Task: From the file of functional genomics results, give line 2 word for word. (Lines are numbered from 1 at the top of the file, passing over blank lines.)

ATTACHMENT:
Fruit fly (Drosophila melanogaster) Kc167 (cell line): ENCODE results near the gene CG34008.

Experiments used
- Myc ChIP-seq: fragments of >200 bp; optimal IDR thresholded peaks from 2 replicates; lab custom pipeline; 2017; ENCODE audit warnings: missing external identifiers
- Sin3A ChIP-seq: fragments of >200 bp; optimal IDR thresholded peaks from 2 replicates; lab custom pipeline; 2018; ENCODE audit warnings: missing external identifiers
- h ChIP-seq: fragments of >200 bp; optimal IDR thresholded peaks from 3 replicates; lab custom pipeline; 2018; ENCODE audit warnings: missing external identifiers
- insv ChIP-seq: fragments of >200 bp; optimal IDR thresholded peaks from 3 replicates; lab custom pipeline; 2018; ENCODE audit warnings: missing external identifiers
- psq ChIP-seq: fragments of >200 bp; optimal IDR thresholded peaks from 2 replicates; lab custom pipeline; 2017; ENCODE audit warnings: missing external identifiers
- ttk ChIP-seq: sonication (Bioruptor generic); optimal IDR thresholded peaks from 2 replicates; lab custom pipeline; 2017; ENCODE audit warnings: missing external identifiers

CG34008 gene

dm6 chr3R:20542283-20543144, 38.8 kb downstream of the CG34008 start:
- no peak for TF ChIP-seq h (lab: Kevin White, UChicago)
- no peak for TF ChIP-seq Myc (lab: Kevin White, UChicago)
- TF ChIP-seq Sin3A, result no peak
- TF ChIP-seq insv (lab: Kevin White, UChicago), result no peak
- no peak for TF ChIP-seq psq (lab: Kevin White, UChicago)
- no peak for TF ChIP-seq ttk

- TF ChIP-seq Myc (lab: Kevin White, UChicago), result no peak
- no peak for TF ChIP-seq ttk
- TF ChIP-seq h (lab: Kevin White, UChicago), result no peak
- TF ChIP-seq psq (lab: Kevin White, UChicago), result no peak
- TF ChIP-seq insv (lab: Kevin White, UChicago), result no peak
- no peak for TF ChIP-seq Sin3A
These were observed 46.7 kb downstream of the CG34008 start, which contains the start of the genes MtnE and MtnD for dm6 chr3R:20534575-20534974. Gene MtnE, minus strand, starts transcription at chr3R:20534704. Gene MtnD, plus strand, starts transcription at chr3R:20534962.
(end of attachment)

Experiments used